Rutledge, Educators and Doctors Discuss Dangers of E-Cigarettes at Bentonville Youth Vaping Summit
October 9, 2019
Focused on practical solutions for positive change
LITTLE ROCK – Arkansas Attorney General Leslie Rutledge today hosted the Youth Vaping Summit at Bentonville High School, welcoming more than 150 educators, physicians and parents. By partnering with Arkansas Children’s and University of Arkansas Medical Sciences (UAMS), participates received first-hand information on the health risks and long term dangers e-cigarettes and nicotine can have on children and teens.
“I often hear the misconception that vaping is safer than cigarettes for children and teens. That’s simply not true,” Attorney General Rutledge said. “I am grateful we could hear the scientific facts directly from the medical leaders in our State who see the negative impact nicotine has on our impressionable children and their future.”
Participants heard from a panel of physicians who spoke on the dangers of vaping and who have experience with the impacts of vaping on youth. They specifically addressed the damage caused to children’s lungs and overall health concerns triggered by e-cigarettes.
E-liquids are under regulated and can be cut with other dangerous products that consumers are unaware of, such as toxic THC. Dr. Joe Thompson, the former Arkansas Surgeon General, spoke on the popular yet poisonous trend of using vape pods and e-cigarette devices to consume marijuana-based products.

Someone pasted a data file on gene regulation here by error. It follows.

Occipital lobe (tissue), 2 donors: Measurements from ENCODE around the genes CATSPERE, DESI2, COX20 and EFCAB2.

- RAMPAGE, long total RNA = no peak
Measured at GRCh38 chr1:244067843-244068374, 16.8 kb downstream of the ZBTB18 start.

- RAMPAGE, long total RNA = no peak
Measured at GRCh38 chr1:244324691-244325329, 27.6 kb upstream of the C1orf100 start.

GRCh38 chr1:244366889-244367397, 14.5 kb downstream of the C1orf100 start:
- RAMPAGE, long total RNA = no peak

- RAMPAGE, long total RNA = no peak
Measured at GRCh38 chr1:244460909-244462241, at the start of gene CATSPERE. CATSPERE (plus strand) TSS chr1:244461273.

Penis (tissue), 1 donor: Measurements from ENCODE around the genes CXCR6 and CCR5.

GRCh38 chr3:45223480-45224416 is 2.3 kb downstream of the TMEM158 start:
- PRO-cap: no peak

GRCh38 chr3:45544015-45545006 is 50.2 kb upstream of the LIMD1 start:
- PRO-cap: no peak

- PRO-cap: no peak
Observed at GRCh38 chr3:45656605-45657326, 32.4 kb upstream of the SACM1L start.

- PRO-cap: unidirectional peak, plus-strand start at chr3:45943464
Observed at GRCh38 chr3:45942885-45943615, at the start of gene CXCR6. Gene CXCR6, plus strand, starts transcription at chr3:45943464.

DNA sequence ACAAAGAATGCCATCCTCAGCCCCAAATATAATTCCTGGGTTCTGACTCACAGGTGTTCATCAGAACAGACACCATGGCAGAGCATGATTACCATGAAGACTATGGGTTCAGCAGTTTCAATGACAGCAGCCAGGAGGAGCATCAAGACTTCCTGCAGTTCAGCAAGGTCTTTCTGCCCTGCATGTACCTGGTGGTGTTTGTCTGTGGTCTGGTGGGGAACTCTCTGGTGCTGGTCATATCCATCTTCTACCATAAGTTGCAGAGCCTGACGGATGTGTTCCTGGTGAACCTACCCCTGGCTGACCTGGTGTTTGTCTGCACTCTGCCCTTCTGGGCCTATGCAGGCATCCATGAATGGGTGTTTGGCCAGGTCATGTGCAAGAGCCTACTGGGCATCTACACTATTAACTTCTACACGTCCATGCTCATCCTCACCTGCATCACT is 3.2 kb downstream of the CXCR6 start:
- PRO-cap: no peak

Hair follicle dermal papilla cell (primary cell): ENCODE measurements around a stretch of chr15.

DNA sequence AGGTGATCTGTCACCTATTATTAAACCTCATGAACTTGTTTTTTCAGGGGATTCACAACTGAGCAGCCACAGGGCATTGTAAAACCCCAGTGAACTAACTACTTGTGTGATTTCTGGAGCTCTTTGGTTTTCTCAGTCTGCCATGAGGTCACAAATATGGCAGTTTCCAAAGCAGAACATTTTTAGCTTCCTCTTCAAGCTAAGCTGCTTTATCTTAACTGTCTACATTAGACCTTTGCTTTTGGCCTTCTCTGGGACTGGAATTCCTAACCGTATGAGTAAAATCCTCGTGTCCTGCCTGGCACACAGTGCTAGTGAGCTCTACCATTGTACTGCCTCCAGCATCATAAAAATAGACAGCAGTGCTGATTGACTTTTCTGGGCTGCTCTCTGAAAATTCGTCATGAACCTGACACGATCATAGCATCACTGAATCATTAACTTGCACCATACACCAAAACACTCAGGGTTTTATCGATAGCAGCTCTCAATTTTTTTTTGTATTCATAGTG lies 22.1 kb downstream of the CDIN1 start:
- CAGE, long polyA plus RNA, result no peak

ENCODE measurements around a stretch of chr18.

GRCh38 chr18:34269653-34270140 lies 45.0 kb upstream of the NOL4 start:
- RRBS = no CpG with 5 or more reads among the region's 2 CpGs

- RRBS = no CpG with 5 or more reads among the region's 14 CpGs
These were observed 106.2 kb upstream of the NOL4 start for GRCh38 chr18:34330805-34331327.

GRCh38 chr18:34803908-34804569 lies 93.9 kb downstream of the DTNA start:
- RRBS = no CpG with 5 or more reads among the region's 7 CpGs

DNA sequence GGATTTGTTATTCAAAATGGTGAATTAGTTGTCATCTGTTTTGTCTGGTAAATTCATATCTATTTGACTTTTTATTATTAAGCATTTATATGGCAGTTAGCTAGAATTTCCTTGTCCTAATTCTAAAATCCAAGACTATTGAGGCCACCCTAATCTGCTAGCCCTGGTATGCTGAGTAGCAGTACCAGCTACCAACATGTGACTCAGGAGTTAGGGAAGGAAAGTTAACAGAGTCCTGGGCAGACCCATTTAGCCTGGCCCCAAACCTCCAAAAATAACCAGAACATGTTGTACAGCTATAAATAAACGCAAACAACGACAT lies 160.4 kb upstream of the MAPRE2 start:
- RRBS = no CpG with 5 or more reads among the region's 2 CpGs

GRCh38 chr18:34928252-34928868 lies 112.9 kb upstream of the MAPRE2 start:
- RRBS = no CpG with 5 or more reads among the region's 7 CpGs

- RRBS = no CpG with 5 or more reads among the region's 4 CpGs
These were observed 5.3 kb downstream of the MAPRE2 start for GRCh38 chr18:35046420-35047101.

Rutledge moderated a panel that included a lawmaker, consumer protection expert and school leaders who also discussed what can be done at the State level to help educate Arkansans on the risks of vaping, enforce the law and find solutions to better serve communities.
Earlier this week in Little Rock, General Rutledge hosted the first Youth Vaping Summit in the State. She announced a new initiative calling on e-commerce retailers including eBay, to be aware that selling tobacco products and devices to Arkansans is against the law and can subject them to fines up to $10,000 per violation. There are additional penalties for products sold to children.